It’s telling that when, in my research for this post, I searched for ‘safe travel’, statistics for accidents and fatalities consistently came top of the responses. I was looking for statistics for road trips made without accident; uneventful rail, air and sea journeys; people walking to school, or work or walking the dog without coming to harm. The default response to ‘search safe’ seems to be ‘find unsafe’.

I found the UK National Statistics Information Hub www.statistics.gov.uk/hub and, encouraged by the title, followed the link to ‘Child Safety and Wellbeing’.  In the 35 documents listed under Child Safety and Wellbeing I found only 3 references to positive participation, satisfaction, or emotional health and achievement. These were the exceptions amid multiple references to youth crime, sentencing and detention of young people, substance misuse etc.

It is not my intention here to criticise the Statistical Information services.  I am simply highlighting the fact that good news is so hard to find even while we are surrounded by it.  Look around you and see the evidence of children in secure families, play areas being used happily, successful youth groups, gymnastics clubs and street dancing etc.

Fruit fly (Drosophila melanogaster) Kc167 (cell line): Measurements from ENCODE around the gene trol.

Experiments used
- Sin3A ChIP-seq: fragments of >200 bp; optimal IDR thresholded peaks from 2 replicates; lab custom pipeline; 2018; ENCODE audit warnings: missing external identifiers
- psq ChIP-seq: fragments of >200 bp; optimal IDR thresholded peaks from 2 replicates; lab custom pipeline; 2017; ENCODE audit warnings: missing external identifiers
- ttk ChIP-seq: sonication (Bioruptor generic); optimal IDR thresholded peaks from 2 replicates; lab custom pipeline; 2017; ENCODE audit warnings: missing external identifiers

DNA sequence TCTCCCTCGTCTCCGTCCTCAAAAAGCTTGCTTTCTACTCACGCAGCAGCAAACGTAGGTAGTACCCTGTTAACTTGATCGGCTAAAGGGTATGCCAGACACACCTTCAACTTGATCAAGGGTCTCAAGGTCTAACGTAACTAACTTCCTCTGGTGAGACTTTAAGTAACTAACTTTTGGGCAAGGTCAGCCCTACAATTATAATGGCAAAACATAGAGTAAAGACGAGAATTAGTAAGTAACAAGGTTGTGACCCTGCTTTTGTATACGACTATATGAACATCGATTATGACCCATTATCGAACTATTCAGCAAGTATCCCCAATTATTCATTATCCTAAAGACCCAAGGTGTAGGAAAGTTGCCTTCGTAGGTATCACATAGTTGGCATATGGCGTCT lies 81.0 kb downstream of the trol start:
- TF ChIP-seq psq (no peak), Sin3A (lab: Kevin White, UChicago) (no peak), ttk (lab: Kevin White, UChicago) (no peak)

Consider for a moment the millions of people walking in our towns and countryside freely and reaching their destination safely.  Isn’t the same true of thousands of rail journeys, flights and ferry crossings?

So why, if we turn on the news, or pick up a paper, might we allow one story involving ‘unsafe’ dominate our thoughts and feelings?

I suggest that it is because the version of ‘reality’ that has come to dominate the story – the narrative – of our lives is an unnecessarily negative one.  Once we realise this we can begin to see our life from a new, more balanced, perspective.

The good news is that there is an abundant source of good news all around us and all we have to do is allow ourselves to notice it.

Science, Maths and Lady Macbeth

Why Poetry? Why Art?